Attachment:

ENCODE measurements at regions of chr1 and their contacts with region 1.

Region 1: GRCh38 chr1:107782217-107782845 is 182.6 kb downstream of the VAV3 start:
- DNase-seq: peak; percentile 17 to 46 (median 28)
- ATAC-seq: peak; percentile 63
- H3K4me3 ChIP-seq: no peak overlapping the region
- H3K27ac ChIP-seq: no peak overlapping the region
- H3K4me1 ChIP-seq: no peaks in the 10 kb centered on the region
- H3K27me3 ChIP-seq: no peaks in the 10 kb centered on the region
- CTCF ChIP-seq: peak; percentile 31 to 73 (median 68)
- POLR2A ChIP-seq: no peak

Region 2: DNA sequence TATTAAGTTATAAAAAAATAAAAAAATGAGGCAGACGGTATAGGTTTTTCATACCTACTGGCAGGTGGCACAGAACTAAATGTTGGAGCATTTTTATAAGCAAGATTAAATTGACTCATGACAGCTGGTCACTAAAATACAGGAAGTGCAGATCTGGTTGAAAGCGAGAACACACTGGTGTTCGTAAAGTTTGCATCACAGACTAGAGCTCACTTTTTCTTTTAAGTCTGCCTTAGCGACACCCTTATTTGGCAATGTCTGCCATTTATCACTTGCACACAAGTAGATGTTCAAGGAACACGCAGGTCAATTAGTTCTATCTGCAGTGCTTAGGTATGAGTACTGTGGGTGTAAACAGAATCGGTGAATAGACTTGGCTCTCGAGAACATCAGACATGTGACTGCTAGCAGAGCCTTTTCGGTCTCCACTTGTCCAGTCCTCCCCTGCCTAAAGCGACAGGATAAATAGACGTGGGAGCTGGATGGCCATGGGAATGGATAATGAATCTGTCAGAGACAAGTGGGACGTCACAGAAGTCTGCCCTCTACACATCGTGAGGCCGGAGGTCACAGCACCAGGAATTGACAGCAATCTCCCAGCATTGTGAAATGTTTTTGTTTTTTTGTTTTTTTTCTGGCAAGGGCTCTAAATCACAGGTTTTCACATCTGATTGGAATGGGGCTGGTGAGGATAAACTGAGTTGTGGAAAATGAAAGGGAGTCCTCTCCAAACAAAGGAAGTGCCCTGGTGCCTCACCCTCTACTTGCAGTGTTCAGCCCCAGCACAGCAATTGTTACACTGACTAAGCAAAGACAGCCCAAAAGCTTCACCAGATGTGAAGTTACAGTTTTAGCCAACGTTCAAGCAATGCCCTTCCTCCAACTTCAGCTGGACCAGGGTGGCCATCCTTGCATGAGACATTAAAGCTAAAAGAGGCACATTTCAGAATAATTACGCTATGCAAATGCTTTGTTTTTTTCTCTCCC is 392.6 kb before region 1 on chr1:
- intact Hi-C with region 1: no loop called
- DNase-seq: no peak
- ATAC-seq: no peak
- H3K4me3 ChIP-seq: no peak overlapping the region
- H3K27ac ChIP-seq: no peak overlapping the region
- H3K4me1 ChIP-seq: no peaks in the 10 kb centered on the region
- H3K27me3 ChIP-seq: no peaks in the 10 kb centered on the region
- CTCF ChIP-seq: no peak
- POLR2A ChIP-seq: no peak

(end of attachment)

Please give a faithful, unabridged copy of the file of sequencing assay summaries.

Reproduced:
ENCODE measurements at regions of chr1 and their contacts with region 1.

Region 1: GRCh38 chr1:107782217-107782845 is 182.6 kb downstream of the VAV3 start:
- DNase-seq: peak; percentile 17 to 46 (median 28)
- ATAC-seq: peak; percentile 63
- H3K4me3 ChIP-seq: no peak overlapping the region
- H3K27ac ChIP-seq: no peak overlapping the region
- H3K4me1 ChIP-seq: no peaks in the 10 kb centered on the region
- H3K27me3 ChIP-seq: no peaks in the 10 kb centered on the region
- CTCF ChIP-seq: peak; percentile 31 to 73 (median 68)
- POLR2A ChIP-seq: no peak

Region 2: DNA sequence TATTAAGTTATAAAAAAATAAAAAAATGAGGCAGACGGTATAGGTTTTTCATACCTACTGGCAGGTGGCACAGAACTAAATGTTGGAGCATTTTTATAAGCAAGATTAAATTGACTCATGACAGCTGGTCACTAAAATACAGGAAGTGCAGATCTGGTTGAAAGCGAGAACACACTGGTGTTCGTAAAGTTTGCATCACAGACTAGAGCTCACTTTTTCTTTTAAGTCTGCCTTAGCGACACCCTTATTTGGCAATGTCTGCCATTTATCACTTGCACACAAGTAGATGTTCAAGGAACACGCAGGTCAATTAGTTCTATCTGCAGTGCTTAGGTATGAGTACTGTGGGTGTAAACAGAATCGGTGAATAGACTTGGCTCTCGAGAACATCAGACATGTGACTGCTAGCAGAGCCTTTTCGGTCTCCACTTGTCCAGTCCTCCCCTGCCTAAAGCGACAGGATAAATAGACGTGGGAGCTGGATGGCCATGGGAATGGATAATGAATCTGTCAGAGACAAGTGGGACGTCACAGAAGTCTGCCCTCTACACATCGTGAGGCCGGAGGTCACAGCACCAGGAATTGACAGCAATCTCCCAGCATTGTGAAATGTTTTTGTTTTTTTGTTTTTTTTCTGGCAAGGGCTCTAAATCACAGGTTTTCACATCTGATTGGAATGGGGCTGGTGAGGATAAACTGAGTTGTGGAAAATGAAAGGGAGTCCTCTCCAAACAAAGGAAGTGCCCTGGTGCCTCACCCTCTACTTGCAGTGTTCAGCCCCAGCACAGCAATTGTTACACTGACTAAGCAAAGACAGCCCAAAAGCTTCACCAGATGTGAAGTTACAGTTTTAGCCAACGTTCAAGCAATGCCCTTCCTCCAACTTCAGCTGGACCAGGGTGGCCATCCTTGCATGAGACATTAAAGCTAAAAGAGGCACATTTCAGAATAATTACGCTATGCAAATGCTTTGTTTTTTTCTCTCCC is 392.6 kb before region 1 on chr1:
- intact Hi-C with region 1: no loop called
- DNase-seq: no peak
- ATAC-seq: no peak
- H3K4me3 ChIP-seq: no peak overlapping the region
- H3K27ac ChIP-seq: no peak overlapping the region
- H3K4me1 ChIP-seq: no peaks in the 10 kb centered on the region
- H3K27me3 ChIP-seq: no peaks in the 10 kb centered on the region
- CTCF ChIP-seq: no peak
- POLR2A ChIP-seq: no peak